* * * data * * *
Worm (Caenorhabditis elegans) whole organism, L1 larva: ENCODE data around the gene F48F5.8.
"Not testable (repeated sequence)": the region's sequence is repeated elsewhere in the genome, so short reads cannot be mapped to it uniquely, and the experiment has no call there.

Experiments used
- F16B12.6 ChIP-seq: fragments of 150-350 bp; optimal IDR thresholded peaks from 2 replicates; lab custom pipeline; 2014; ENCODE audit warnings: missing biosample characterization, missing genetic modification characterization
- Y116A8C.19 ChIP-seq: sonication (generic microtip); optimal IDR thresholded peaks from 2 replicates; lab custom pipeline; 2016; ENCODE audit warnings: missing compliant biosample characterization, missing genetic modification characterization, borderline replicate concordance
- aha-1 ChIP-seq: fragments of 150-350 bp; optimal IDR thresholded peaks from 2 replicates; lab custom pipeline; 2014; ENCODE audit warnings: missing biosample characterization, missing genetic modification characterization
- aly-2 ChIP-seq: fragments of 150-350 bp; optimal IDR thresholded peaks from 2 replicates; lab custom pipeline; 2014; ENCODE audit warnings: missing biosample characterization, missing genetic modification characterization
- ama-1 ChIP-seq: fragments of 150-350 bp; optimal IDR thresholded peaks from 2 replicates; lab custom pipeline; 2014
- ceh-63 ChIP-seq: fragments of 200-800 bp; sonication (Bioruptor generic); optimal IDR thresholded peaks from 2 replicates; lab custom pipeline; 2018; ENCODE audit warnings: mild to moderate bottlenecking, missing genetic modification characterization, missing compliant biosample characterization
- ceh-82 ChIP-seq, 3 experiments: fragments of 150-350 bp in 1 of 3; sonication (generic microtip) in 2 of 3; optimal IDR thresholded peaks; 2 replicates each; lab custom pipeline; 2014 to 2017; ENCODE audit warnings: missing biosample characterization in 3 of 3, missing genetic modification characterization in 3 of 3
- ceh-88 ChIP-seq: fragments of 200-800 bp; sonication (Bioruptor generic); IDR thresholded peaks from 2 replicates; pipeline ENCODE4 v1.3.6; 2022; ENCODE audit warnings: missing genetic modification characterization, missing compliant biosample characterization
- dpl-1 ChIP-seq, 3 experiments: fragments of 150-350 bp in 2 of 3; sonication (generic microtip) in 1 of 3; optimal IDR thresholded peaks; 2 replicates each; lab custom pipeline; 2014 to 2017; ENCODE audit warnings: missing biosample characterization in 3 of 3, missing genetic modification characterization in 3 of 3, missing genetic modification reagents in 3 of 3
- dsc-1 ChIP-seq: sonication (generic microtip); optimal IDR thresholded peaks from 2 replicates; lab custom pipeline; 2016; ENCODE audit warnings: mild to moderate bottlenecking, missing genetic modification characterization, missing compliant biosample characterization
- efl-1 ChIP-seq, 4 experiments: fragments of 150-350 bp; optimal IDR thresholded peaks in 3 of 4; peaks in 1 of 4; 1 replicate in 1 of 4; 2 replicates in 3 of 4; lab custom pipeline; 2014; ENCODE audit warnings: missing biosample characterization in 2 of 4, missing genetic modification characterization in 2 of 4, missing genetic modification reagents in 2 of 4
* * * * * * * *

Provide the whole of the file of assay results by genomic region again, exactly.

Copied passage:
Worm (Caenorhabditis elegans) whole organism, L1 larva: ENCODE data around the gene F48F5.8.
"Not testable (repeated sequence)": the region's sequence is repeated elsewhere in the genome, so short reads cannot be mapped to it uniquely, and the experiment has no call there.

Experiments used
- F16B12.6 ChIP-seq: fragments of 150-350 bp; optimal IDR thresholded peaks from 2 replicates; lab custom pipeline; 2014; ENCODE audit warnings: missing biosample characterization, missing genetic modification characterization
- Y116A8C.19 ChIP-seq: sonication (generic microtip); optimal IDR thresholded peaks from 2 replicates; lab custom pipeline; 2016; ENCODE audit warnings: missing compliant biosample characterization, missing genetic modification characterization, borderline replicate concordance
- aha-1 ChIP-seq: fragments of 150-350 bp; optimal IDR thresholded peaks from 2 replicates; lab custom pipeline; 2014; ENCODE audit warnings: missing biosample characterization, missing genetic modification characterization
- aly-2 ChIP-seq: fragments of 150-350 bp; optimal IDR thresholded peaks from 2 replicates; lab custom pipeline; 2014; ENCODE audit warnings: missing biosample characterization, missing genetic modification characterization
- ama-1 ChIP-seq: fragments of 150-350 bp; optimal IDR thresholded peaks from 2 replicates; lab custom pipeline; 2014
- ceh-63 ChIP-seq: fragments of 200-800 bp; sonication (Bioruptor generic); optimal IDR thresholded peaks from 2 replicates; lab custom pipeline; 2018; ENCODE audit warnings: mild to moderate bottlenecking, missing genetic modification characterization, missing compliant biosample characterization
- ceh-82 ChIP-seq, 3 experiments: fragments of 150-350 bp in 1 of 3; sonication (generic microtip) in 2 of 3; optimal IDR thresholded peaks; 2 replicates each; lab custom pipeline; 2014 to 2017; ENCODE audit warnings: missing biosample characterization in 3 of 3, missing genetic modification characterization in 3 of 3
- ceh-88 ChIP-seq: fragments of 200-800 bp; sonication (Bioruptor generic); IDR thresholded peaks from 2 replicates; pipeline ENCODE4 v1.3.6; 2022; ENCODE audit warnings: missing genetic modification characterization, missing compliant biosample characterization
- dpl-1 ChIP-seq, 3 experiments: fragments of 150-350 bp in 2 of 3; sonication (generic microtip) in 1 of 3; optimal IDR thresholded peaks; 2 replicates each; lab custom pipeline; 2014 to 2017; ENCODE audit warnings: missing biosample characterization in 3 of 3, missing genetic modification characterization in 3 of 3, missing genetic modification reagents in 3 of 3
- dsc-1 ChIP-seq: sonication (generic microtip); optimal IDR thresholded peaks from 2 replicates; lab custom pipeline; 2016; ENCODE audit warnings: mild to moderate bottlenecking, missing genetic modification characterization, missing compliant biosample characterization
- efl-1 ChIP-seq, 4 experiments: fragments of 150-350 bp; optimal IDR thresholded peaks in 3 of 4; peaks in 1 of 4; 1 replicate in 1 of 4; 2 replicates in 3 of 4; lab custom pipeline; 2014; ENCODE audit warnings: missing biosample characterization in 2 of 4, missing genetic modification characterization in 2 of 4, missing genetic modification reagents in 2 of 4